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:: Thursday, November 07, 2002 ::

de Jasay's first axiom of choice: Individuals Can, and Onley They Can, Choose

To make this work, of course, he must qualify this to a considered choice. Groups can not make a considered choice because while a group can deliberate or debate, a group cannot consider....i.e.only individuals have minds. In a sense groups can make "choices", but they are only the outcome of a number of indivudal choices. "To ask why, given the physical environment, a certain state of affaires prevails, is ultimately to ask why individuals choose it; the laws of historical development or the dynamics of class and race do not explain it. Finally, de Jassay talks about a desire for responsability and how coercion dilutes the responsability. "Only the absence of coercion allows responsability for one's actions to remain intact".

This axiom he calls the "individualism axiom". I prefer to think of it as the "responsability axiom". Why was this axiom included? One can presume that he includes it because of a focus on responsability. But why an emphasis on responsability? Is it possible that consaquences are more important than responsability? Does responsability presume free will? Or are we talking of a different kind of responsability? Furthermore, it would seem absurd to rip a person outside of his consequences.
Besides the questioning of the importance of responsability, one can also question the issue of coercion. Does coercion really reduce responsability? According to Sartre, all of one's actions are chosen. If one is in a POW camp it is because one chose to be i.e. by not committing suicide. Furthermore, choices are limited. If a person purchases a Gateway computer, one cannot say that they also chose the Windows operating system because if you purchase a Gateway, you get Windows regardless. Yet you really can't say there is coercion operating. One may not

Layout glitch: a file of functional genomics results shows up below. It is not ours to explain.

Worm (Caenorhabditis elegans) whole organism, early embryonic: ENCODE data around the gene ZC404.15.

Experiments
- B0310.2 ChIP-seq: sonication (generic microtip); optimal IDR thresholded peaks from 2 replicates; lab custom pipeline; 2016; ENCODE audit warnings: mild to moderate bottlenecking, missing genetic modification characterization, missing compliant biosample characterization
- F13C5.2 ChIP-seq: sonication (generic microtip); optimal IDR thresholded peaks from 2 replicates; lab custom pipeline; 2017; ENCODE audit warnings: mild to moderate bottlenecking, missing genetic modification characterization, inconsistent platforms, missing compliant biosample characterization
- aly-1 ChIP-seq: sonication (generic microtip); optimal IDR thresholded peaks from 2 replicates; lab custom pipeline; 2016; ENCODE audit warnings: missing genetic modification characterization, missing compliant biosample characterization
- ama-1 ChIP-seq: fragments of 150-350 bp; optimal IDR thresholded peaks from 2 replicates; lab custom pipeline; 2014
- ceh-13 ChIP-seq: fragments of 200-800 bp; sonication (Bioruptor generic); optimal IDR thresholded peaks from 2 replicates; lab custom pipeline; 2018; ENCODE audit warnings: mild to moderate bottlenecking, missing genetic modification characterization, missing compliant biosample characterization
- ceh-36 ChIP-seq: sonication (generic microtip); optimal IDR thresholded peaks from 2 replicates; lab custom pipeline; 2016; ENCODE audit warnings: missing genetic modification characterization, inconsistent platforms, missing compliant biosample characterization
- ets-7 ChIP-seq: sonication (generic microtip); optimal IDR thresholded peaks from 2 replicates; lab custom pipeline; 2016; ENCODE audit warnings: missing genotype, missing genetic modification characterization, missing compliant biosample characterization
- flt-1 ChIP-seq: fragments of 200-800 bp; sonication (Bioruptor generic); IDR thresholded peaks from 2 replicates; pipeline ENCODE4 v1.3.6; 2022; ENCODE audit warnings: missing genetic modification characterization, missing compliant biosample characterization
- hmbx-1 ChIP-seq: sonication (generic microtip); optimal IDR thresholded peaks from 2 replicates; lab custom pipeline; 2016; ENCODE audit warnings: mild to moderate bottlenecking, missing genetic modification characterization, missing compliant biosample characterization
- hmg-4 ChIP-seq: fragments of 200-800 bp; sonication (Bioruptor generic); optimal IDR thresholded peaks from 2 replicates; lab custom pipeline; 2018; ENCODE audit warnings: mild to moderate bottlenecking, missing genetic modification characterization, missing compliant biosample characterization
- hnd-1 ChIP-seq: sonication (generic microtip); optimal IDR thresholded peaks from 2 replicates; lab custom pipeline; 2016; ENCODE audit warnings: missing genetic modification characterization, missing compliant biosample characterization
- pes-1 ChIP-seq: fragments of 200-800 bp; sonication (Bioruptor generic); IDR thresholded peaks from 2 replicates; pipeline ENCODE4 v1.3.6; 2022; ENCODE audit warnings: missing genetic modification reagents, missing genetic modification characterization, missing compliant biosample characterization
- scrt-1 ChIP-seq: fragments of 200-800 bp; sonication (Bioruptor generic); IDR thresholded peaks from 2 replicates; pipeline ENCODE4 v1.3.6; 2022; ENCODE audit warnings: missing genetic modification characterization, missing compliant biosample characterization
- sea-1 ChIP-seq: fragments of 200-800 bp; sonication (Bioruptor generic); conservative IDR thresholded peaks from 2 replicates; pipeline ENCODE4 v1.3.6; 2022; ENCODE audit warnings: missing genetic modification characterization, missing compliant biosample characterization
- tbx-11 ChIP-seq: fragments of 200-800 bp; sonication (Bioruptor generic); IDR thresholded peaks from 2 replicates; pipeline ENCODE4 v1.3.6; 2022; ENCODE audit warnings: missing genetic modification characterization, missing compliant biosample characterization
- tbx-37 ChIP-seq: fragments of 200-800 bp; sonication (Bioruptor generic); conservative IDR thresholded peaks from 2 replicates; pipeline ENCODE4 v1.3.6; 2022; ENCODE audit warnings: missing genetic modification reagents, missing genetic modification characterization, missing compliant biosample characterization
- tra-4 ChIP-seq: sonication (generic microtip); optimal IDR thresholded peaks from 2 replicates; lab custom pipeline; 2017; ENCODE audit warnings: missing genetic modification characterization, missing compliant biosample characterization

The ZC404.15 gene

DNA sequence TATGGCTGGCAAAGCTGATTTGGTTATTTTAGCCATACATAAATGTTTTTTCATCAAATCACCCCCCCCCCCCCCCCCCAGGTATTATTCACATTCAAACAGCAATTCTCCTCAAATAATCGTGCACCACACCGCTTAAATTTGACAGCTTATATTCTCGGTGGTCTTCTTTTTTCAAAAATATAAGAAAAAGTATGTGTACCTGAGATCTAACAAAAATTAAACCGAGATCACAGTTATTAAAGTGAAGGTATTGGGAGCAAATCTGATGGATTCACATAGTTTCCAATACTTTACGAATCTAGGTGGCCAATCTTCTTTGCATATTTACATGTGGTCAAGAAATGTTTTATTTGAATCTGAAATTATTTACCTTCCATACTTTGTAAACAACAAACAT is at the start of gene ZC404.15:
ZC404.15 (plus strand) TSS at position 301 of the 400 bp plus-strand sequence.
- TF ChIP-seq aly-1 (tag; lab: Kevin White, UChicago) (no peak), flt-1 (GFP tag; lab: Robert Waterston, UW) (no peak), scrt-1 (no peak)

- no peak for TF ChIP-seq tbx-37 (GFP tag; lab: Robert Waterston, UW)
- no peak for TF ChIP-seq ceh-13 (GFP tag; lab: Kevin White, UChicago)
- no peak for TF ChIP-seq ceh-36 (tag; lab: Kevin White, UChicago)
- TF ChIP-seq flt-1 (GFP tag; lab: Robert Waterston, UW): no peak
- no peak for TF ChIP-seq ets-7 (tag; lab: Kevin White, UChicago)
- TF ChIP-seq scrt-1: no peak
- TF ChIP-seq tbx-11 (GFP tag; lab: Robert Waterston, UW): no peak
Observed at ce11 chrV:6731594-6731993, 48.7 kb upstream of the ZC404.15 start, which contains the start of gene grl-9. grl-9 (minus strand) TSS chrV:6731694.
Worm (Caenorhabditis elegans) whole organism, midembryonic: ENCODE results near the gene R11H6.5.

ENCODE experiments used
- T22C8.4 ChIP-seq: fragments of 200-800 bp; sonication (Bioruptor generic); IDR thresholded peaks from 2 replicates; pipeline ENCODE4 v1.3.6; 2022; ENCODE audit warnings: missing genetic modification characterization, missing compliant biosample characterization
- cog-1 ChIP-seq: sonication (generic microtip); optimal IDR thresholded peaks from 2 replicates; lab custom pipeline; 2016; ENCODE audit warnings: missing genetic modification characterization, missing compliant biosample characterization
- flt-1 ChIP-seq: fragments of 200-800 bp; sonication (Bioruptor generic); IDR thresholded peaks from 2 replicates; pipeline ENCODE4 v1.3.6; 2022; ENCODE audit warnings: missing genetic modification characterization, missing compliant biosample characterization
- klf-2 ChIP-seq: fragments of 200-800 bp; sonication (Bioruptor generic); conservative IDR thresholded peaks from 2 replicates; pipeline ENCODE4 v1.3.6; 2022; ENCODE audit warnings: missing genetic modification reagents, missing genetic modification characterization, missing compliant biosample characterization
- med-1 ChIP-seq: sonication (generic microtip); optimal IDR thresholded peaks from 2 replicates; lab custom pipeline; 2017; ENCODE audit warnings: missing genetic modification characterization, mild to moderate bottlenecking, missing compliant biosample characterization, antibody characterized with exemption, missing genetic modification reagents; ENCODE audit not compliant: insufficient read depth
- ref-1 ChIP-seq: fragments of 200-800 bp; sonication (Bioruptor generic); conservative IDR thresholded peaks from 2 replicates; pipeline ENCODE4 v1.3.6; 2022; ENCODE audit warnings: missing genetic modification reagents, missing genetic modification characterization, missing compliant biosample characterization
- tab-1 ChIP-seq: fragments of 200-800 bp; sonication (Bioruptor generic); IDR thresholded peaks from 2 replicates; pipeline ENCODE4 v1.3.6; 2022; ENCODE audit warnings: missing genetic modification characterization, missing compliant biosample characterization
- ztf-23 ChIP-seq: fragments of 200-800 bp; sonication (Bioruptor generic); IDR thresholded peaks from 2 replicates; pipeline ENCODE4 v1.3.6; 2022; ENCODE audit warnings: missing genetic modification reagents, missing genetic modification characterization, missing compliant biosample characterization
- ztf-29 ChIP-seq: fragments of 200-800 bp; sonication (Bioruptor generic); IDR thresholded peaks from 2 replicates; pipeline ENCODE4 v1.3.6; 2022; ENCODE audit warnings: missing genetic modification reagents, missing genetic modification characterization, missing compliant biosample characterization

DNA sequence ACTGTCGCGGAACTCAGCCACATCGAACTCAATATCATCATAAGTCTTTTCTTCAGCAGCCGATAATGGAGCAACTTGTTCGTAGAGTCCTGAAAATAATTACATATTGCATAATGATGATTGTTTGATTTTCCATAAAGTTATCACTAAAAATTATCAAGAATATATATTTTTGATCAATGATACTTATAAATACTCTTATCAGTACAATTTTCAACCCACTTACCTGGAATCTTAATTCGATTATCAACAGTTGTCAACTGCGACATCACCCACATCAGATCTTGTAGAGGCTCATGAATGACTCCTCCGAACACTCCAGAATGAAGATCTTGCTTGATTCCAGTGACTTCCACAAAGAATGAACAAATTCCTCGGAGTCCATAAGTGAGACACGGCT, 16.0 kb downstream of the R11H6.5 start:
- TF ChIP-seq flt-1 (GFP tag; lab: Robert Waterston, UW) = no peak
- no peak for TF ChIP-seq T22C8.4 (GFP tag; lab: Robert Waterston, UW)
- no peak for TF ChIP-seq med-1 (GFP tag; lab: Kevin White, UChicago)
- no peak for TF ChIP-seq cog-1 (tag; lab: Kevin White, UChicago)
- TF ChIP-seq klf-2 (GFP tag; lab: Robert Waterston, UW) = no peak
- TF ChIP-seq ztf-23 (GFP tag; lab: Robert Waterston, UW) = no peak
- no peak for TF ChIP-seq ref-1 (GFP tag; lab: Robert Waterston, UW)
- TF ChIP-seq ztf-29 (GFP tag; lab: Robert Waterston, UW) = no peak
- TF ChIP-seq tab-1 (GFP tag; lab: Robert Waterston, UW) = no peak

:: Mike 12:51 PM [+] ::
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Recently I have been reading bits and pieces of the work of Anthony de Jasay. Who is de Jasay? De Jasay is an obscure author of political and social philosophy. He has various wonderful books including Against Politics and The State. Right now I picked up Choice, Contract, Consent: A Restatement of Liberalism. In this book he puts forward six basic principles with which classical liberalism can be upheld. Actually, I think the movement from six pretty bare principles to a strong coherent philosophy is interesting. It is a deontological work, which I tend not to like, yet he can pull this kind of thing off well. Since I don't feel like writing about much else right now, I think I will start outlining this structure now and share my views.
:: Mike 12:31 PM [+] ::
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:: Tuesday, November 05, 2002 ::
Comments on cultural objectivism: